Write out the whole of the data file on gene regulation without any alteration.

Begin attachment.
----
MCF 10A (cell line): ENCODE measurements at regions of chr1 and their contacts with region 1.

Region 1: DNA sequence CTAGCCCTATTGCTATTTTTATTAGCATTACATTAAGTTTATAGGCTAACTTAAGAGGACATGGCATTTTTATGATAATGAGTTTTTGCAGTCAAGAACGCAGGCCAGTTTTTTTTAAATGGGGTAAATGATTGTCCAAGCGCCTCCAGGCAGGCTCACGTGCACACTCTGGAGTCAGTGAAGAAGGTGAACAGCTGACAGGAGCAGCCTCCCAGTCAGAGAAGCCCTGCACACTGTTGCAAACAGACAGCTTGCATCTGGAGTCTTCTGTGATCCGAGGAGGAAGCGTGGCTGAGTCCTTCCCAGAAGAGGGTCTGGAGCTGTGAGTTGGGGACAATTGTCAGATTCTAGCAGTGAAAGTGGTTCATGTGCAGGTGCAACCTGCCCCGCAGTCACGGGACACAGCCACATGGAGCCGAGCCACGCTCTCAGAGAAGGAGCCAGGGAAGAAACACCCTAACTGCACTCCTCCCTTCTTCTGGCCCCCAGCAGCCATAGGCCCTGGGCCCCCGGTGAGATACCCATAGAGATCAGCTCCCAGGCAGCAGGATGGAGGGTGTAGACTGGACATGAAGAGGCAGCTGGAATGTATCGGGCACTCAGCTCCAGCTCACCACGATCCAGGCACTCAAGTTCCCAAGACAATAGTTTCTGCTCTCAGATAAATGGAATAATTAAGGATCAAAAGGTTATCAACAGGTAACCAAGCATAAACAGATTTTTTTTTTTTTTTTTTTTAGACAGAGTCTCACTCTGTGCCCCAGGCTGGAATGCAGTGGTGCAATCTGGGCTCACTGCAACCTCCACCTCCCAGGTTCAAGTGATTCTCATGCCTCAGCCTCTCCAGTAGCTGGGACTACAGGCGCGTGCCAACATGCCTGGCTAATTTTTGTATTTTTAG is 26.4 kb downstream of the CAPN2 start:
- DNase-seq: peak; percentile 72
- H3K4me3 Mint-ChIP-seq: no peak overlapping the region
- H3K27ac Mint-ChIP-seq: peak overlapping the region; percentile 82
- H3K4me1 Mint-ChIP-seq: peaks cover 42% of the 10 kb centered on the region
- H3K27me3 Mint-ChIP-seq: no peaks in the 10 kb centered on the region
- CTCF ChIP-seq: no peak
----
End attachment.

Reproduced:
MCF 10A (cell line): ENCODE measurements at regions of chr1 and their contacts with region 1.

Region 1: DNA sequence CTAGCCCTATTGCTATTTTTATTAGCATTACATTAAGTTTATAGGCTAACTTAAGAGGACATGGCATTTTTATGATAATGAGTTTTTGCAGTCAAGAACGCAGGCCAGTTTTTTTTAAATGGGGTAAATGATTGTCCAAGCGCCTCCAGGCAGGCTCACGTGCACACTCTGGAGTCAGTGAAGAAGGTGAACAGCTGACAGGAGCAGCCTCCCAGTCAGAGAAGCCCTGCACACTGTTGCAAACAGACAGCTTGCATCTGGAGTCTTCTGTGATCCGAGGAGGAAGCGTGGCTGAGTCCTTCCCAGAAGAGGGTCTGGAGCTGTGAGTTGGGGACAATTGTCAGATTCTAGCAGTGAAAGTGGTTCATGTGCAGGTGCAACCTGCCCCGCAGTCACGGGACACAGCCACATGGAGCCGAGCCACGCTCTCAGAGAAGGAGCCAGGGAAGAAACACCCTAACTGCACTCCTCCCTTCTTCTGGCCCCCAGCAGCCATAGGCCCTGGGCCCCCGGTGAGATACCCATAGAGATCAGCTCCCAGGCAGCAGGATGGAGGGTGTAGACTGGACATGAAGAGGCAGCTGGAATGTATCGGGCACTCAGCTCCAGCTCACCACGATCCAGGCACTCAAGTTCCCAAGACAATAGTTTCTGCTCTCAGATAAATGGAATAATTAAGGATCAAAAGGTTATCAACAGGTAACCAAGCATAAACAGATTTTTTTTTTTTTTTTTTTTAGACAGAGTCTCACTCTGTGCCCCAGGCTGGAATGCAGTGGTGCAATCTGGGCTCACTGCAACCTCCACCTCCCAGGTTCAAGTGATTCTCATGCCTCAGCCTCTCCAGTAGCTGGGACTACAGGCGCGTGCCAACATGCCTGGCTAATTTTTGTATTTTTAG is 26.4 kb downstream of the CAPN2 start:
- DNase-seq: peak; percentile 72
- H3K4me3 Mint-ChIP-seq: no peak overlapping the region
- H3K27ac Mint-ChIP-seq: peak overlapping the region; percentile 82
- H3K4me1 Mint-ChIP-seq: peaks cover 42% of the 10 kb centered on the region
- H3K27me3 Mint-ChIP-seq: no peaks in the 10 kb centered on the region
- CTCF ChIP-seq: no peak